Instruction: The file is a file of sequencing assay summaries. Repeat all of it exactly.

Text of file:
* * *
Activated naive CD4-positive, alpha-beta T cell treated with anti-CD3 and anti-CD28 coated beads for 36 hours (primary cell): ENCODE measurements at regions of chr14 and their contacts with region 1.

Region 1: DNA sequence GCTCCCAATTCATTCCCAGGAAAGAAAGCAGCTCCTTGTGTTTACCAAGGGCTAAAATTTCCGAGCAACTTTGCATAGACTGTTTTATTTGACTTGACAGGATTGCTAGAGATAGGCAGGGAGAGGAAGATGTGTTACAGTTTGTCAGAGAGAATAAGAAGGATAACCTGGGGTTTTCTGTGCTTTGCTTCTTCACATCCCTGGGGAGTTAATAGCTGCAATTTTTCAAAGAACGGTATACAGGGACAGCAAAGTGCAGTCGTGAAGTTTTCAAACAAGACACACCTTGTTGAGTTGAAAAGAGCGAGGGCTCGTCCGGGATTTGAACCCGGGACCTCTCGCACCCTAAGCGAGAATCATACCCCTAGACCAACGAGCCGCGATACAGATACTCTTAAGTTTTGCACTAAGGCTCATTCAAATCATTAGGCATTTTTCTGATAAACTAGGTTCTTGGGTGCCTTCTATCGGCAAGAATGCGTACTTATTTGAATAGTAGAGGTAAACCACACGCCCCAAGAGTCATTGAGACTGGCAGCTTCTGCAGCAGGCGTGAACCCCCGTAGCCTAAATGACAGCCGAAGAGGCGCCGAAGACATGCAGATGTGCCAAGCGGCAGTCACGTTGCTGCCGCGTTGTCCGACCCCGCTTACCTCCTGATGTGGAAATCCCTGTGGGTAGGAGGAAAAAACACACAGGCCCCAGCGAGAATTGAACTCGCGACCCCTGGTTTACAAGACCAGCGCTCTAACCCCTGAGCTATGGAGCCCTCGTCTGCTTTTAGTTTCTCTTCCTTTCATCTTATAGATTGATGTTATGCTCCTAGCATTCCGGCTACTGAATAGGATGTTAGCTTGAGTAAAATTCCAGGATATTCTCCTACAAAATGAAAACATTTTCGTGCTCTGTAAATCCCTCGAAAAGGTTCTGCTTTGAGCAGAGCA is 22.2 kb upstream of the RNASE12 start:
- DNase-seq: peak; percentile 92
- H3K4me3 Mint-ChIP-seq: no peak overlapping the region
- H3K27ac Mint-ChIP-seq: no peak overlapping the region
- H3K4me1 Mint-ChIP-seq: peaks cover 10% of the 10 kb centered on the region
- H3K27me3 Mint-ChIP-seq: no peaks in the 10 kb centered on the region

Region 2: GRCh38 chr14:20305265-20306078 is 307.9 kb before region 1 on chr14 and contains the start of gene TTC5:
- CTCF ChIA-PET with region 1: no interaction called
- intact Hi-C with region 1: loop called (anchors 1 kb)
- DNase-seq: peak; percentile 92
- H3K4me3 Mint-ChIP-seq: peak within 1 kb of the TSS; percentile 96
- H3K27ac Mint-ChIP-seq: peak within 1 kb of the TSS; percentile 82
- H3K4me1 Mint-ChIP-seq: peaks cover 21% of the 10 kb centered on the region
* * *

Activated naive CD4-positive, alpha-beta T cell treated with anti-CD3 and anti-CD28 coated beads for 36 hours (primary cell): ENCODE measurements at regions of chr14 and their contacts with region 1.

Region 1: DNA sequence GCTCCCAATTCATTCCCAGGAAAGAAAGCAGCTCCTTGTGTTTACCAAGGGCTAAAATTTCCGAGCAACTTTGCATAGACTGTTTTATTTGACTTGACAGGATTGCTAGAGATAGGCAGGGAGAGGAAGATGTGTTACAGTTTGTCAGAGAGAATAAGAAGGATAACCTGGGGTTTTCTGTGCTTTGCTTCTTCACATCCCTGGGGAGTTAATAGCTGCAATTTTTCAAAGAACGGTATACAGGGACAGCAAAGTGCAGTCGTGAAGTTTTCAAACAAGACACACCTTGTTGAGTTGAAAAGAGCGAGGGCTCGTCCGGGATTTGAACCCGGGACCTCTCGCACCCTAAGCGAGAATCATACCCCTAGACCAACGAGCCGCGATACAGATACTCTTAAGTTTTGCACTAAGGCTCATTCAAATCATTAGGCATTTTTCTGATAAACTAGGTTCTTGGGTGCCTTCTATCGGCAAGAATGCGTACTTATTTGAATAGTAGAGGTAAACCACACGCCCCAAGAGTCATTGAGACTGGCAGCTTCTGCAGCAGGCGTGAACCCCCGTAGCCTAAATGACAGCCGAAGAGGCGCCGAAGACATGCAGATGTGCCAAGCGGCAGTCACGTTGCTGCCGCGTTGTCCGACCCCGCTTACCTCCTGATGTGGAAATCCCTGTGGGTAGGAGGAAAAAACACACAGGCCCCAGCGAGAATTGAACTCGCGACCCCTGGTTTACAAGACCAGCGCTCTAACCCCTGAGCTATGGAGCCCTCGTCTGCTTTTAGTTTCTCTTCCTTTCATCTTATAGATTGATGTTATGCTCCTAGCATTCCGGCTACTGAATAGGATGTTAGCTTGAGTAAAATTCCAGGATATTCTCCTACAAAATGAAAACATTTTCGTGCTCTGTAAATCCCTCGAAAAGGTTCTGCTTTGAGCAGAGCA is 22.2 kb upstream of the RNASE12 start:
- DNase-seq: peak; percentile 92
- H3K4me3 Mint-ChIP-seq: no peak overlapping the region
- H3K27ac Mint-ChIP-seq: no peak overlapping the region
- H3K4me1 Mint-ChIP-seq: peaks cover 10% of the 10 kb centered on the region
- H3K27me3 Mint-ChIP-seq: no peaks in the 10 kb centered on the region

Region 2: GRCh38 chr14:20305265-20306078 is 307.9 kb before region 1 on chr14 and contains the start of gene TTC5:
- CTCF ChIA-PET with region 1: no interaction called
- intact Hi-C with region 1: loop called (anchors 1 kb)
- DNase-seq: peak; percentile 92
- H3K4me3 Mint-ChIP-seq: peak within 1 kb of the TSS; percentile 96
- H3K27ac Mint-ChIP-seq: peak within 1 kb of the TSS; percentile 82
- H3K4me1 Mint-ChIP-seq: peaks cover 21% of the 10 kb centered on the region